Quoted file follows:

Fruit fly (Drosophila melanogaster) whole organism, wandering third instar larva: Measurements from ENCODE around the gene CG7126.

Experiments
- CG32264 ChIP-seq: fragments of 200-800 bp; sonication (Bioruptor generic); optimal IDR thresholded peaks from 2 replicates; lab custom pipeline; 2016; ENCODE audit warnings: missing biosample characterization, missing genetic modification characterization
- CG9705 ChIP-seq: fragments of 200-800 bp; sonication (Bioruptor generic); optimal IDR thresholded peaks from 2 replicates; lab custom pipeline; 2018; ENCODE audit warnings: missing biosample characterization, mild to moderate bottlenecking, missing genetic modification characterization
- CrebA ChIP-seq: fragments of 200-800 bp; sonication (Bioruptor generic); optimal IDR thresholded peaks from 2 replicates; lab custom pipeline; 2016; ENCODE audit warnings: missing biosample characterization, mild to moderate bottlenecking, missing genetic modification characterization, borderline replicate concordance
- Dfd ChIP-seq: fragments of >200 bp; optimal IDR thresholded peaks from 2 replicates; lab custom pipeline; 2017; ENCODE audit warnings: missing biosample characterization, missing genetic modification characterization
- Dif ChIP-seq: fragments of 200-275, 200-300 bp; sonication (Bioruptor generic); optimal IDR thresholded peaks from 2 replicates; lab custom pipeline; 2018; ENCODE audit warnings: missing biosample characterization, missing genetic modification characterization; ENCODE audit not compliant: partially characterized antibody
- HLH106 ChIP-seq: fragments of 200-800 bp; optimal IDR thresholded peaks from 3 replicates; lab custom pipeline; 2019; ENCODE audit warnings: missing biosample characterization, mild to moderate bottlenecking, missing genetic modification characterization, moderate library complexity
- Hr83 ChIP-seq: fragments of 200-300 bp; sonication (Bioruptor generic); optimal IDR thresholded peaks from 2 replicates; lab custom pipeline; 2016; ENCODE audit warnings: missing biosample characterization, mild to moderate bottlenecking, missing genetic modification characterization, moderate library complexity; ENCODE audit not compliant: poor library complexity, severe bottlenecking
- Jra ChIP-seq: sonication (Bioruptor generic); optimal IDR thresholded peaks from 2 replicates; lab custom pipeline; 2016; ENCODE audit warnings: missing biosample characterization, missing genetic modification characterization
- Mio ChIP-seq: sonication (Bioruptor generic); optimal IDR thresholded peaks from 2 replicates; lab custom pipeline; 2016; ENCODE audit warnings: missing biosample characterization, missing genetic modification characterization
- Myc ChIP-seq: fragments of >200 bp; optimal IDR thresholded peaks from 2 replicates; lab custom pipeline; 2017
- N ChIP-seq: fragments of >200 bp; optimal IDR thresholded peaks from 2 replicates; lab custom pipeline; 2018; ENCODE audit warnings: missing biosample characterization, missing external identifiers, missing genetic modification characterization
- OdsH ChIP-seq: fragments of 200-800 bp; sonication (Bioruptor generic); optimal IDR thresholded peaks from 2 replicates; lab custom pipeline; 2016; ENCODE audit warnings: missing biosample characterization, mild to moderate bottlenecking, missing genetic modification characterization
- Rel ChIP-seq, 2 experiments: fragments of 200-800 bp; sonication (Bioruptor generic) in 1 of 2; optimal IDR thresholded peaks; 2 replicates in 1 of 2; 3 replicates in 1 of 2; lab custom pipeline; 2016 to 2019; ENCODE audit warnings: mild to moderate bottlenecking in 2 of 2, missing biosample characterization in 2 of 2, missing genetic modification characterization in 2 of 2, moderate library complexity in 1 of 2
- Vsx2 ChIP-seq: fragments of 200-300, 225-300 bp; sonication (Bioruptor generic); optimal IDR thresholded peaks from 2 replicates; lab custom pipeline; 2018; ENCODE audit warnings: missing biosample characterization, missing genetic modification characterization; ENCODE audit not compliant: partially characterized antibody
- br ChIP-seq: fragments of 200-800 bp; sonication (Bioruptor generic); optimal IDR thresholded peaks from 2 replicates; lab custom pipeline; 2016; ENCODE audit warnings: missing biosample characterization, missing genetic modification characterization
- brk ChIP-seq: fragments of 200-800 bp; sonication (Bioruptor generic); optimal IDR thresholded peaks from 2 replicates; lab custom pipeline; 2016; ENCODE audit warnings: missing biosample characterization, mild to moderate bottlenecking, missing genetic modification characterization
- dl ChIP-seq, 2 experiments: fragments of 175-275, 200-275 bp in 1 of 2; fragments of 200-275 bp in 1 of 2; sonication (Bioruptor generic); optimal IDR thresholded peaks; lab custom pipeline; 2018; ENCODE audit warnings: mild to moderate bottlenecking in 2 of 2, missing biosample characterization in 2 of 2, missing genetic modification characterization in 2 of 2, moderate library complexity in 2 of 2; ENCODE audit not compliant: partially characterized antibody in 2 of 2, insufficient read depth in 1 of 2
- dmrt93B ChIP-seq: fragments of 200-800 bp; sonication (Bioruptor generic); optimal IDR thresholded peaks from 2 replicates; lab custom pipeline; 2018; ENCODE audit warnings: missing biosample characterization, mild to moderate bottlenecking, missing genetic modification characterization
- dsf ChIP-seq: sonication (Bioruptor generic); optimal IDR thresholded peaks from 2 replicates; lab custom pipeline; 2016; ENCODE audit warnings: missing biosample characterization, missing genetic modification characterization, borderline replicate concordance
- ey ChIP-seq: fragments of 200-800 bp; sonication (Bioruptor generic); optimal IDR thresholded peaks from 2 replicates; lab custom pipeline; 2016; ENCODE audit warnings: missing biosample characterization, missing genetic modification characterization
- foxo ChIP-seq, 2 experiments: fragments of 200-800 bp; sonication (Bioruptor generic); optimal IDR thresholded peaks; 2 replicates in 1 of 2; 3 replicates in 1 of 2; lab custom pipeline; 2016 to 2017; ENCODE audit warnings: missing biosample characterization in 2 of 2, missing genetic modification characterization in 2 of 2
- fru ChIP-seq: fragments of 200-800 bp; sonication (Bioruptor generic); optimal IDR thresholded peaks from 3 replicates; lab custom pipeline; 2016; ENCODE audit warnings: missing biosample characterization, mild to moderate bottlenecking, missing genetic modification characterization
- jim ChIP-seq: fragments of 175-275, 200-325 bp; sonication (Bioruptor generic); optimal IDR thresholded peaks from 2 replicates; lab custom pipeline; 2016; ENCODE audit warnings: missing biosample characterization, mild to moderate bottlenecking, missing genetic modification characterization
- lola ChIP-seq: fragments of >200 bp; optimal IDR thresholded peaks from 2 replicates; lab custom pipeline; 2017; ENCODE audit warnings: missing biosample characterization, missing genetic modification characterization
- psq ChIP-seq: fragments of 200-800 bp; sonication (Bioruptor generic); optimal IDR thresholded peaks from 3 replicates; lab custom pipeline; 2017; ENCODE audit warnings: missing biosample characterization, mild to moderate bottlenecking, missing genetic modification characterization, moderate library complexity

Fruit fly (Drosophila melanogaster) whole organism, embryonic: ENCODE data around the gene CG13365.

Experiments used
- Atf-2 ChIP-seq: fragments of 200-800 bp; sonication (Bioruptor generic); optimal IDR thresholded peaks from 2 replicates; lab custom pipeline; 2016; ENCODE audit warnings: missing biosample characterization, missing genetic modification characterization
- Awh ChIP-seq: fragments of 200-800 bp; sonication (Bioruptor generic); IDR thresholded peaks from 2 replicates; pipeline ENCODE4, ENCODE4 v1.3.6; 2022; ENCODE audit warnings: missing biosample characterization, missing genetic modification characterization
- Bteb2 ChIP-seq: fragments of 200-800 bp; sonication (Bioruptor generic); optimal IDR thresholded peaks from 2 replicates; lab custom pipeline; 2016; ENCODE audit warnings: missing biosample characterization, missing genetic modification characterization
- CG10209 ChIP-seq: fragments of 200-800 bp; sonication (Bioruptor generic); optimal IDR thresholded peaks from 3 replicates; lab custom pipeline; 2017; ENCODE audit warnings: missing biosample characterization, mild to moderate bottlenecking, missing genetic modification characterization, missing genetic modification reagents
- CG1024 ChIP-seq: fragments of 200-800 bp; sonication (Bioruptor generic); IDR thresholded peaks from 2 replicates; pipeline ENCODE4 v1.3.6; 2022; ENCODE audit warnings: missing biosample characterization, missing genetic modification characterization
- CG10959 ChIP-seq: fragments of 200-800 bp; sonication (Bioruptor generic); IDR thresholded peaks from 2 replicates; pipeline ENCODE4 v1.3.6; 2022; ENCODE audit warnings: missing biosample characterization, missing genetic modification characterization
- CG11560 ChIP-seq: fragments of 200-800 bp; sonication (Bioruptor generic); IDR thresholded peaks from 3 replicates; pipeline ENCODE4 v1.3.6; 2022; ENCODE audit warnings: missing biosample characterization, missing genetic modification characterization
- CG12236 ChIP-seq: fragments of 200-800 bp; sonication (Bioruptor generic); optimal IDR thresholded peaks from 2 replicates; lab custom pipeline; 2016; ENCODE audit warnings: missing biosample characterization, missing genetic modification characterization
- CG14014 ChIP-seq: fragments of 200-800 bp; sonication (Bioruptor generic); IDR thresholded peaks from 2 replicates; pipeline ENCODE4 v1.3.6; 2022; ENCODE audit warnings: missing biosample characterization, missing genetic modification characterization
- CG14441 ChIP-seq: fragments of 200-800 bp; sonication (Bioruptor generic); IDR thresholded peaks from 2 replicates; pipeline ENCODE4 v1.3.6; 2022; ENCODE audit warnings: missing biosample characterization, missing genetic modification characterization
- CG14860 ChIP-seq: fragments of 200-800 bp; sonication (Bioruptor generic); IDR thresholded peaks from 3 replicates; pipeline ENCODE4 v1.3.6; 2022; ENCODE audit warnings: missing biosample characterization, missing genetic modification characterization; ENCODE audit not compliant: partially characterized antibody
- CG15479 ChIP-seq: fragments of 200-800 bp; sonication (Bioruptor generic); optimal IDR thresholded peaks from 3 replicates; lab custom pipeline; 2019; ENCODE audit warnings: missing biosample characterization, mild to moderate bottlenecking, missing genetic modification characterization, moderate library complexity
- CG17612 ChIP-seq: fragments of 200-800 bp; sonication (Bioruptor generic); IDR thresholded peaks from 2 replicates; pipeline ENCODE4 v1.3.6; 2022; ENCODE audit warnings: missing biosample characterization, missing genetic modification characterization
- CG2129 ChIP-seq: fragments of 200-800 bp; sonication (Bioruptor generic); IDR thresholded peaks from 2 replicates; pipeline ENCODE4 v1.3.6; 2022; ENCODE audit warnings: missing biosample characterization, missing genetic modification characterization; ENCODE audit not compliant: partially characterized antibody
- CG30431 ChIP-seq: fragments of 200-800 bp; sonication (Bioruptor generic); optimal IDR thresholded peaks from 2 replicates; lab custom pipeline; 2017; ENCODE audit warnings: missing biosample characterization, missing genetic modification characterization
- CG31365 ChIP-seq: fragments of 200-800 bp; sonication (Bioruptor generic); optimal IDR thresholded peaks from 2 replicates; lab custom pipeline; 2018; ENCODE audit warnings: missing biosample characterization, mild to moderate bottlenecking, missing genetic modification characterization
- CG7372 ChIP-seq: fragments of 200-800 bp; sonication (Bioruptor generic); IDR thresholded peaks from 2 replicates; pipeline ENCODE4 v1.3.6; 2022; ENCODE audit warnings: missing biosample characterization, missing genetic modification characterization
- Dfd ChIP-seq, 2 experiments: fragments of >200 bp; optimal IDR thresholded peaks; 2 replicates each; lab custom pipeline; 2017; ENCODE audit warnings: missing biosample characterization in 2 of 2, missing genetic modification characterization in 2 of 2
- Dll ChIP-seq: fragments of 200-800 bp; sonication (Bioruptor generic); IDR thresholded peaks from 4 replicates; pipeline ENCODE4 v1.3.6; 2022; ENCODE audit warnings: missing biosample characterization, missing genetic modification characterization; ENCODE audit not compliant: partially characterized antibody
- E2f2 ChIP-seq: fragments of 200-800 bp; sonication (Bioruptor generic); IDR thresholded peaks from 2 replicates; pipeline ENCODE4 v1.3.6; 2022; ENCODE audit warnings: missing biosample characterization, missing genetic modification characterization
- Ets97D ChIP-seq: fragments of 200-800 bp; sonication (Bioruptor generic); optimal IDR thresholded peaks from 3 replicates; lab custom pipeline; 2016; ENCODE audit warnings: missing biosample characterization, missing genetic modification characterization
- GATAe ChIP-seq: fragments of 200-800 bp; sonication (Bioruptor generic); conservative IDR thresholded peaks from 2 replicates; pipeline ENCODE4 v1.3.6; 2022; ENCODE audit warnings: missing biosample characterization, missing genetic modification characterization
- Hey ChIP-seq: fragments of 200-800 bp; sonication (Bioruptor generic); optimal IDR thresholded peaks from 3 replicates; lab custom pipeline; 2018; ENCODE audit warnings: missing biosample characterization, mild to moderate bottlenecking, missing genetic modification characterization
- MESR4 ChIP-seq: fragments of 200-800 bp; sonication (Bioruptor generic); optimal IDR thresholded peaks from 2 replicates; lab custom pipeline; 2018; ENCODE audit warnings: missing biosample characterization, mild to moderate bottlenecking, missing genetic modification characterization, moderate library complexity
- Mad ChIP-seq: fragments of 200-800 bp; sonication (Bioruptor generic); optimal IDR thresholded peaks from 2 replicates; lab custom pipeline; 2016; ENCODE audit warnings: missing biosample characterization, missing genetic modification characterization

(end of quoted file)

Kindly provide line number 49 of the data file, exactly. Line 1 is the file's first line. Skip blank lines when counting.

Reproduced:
- E2f2 ChIP-seq: fragments of 200-800 bp; sonication (Bioruptor generic); IDR thresholded peaks from 2 replicates; pipeline ENCODE4 v1.3.6; 2022; ENCODE audit warnings: missing biosample characterization, missing genetic modification characterization